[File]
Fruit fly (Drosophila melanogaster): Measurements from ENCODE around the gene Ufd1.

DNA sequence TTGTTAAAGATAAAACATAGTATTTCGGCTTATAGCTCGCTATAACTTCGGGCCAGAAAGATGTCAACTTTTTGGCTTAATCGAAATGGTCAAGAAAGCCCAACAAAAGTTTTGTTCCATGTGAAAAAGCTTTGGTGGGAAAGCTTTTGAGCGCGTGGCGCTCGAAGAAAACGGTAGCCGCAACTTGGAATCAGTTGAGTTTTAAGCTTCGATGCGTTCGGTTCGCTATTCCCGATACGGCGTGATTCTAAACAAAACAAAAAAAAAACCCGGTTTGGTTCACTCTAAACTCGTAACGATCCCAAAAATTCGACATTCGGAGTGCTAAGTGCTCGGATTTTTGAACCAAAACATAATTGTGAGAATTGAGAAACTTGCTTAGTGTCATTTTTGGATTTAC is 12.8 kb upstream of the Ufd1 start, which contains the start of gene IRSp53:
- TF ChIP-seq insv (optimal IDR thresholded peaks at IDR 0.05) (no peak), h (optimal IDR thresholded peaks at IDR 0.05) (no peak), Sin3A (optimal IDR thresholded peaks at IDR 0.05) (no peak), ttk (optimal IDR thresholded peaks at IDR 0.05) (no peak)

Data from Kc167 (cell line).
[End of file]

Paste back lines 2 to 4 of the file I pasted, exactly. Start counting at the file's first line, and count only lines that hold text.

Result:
DNA sequence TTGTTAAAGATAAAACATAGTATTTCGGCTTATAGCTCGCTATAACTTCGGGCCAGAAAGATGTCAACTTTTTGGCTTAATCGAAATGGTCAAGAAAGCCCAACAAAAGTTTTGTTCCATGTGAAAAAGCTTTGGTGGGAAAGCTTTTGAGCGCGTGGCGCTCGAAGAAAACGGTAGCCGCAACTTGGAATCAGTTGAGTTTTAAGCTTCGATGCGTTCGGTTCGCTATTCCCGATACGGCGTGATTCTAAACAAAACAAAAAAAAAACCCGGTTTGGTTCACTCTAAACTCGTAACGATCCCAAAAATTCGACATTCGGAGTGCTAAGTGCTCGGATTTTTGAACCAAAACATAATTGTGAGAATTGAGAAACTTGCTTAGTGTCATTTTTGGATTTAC is 12.8 kb upstream of the Ufd1 start, which contains the start of gene IRSp53:
- TF ChIP-seq insv (optimal IDR thresholded peaks at IDR 0.05) (no peak), h (optimal IDR thresholded peaks at IDR 0.05) (no peak), Sin3A (optimal IDR thresholded peaks at IDR 0.05) (no peak), ttk (optimal IDR thresholded peaks at IDR 0.05) (no peak)

Data from Kc167 (cell line).